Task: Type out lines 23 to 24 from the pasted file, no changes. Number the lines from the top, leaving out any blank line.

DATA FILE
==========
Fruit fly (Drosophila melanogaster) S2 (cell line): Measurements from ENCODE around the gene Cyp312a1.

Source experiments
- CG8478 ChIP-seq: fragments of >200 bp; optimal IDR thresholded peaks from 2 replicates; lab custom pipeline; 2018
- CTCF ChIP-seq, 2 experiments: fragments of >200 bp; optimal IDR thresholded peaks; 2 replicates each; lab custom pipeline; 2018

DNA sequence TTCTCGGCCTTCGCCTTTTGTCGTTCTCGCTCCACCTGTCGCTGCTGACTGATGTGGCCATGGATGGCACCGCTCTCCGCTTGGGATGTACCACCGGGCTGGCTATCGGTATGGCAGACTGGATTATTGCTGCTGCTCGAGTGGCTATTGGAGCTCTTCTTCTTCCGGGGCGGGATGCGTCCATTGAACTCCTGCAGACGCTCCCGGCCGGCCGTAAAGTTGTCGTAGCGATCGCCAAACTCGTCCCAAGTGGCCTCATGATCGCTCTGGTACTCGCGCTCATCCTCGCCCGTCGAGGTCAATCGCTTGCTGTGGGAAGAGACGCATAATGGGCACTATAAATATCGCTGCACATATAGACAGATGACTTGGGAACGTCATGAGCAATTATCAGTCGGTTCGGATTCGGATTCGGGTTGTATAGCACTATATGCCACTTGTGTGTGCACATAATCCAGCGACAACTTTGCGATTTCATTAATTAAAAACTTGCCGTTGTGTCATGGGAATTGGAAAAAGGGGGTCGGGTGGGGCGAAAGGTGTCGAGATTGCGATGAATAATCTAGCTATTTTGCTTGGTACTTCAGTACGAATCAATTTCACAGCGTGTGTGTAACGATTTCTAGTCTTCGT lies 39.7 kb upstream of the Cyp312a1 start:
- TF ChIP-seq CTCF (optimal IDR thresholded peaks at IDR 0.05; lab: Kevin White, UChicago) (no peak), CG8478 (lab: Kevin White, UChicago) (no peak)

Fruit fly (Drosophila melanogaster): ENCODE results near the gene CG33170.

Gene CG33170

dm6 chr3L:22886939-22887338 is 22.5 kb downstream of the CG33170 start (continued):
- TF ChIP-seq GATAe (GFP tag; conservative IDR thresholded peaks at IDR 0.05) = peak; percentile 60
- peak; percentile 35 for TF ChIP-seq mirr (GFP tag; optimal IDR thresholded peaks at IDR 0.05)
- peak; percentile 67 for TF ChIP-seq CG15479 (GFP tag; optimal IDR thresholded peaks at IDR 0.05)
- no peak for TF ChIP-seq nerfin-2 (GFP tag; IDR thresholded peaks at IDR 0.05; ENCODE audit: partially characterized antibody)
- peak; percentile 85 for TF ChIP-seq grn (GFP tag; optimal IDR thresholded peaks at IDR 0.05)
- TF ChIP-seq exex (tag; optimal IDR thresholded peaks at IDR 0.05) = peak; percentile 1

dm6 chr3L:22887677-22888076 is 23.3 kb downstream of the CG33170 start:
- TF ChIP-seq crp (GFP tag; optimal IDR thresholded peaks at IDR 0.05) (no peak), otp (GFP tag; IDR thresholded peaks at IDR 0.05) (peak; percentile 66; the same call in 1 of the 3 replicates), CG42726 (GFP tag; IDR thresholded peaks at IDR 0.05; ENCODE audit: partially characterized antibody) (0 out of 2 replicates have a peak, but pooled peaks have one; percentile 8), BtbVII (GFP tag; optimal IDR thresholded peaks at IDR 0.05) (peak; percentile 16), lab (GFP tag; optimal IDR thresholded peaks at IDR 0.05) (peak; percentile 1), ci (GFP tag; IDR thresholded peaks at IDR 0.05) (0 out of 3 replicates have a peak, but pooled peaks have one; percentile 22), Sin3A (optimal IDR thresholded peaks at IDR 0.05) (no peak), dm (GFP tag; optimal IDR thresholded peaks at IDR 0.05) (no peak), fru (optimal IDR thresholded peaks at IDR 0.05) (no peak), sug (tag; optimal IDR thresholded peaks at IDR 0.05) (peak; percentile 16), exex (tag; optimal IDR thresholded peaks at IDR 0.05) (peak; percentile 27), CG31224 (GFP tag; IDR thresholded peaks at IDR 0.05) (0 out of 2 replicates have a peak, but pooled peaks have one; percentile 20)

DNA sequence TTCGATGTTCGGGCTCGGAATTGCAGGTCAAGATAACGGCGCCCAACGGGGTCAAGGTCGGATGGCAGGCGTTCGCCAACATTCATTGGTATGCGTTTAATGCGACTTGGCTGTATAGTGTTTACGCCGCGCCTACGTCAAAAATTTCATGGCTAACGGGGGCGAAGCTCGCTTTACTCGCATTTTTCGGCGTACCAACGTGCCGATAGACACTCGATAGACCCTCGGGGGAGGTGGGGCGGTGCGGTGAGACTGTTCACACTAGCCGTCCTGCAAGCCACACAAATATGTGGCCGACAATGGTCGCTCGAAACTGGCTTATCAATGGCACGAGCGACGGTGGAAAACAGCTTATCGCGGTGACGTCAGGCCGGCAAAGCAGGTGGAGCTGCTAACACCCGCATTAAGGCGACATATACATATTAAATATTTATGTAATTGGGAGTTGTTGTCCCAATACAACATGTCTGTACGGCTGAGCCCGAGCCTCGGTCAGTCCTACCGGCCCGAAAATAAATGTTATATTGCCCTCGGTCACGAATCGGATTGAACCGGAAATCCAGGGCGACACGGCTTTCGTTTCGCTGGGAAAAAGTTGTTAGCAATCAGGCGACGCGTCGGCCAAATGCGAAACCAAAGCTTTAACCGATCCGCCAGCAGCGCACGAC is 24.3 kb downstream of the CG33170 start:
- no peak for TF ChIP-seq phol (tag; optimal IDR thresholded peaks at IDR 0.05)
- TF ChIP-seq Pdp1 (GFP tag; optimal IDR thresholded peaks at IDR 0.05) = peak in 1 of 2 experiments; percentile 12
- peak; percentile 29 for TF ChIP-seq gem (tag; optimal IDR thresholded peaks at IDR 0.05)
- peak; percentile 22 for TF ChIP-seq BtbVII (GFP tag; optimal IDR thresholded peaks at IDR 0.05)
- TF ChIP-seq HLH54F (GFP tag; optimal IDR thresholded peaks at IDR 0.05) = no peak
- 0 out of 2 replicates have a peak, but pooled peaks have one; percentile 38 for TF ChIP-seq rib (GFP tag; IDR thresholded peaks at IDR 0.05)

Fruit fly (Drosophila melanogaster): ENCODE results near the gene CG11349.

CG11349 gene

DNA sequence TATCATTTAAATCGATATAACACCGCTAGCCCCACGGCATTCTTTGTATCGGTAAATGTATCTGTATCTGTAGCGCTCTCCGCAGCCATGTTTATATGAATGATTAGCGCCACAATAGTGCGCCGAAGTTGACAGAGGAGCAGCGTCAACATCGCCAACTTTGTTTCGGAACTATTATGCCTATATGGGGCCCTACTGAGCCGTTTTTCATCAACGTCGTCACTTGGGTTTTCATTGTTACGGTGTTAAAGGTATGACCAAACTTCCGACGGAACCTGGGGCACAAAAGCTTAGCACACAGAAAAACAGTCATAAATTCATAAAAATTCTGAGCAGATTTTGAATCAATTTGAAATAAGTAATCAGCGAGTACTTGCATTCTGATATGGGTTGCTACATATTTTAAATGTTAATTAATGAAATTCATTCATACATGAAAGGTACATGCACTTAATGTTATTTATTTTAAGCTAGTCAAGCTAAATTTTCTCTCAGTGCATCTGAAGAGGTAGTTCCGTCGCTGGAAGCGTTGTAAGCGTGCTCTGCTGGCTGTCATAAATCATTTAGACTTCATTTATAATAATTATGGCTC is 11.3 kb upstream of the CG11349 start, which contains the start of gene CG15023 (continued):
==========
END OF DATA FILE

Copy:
- TF ChIP-seq HLH54F (GFP tag; optimal IDR thresholded peaks at IDR 0.05) = no peak
- 0 out of 2 replicates have a peak, but pooled peaks have one; percentile 38 for TF ChIP-seq rib (GFP tag; IDR thresholded peaks at IDR 0.05)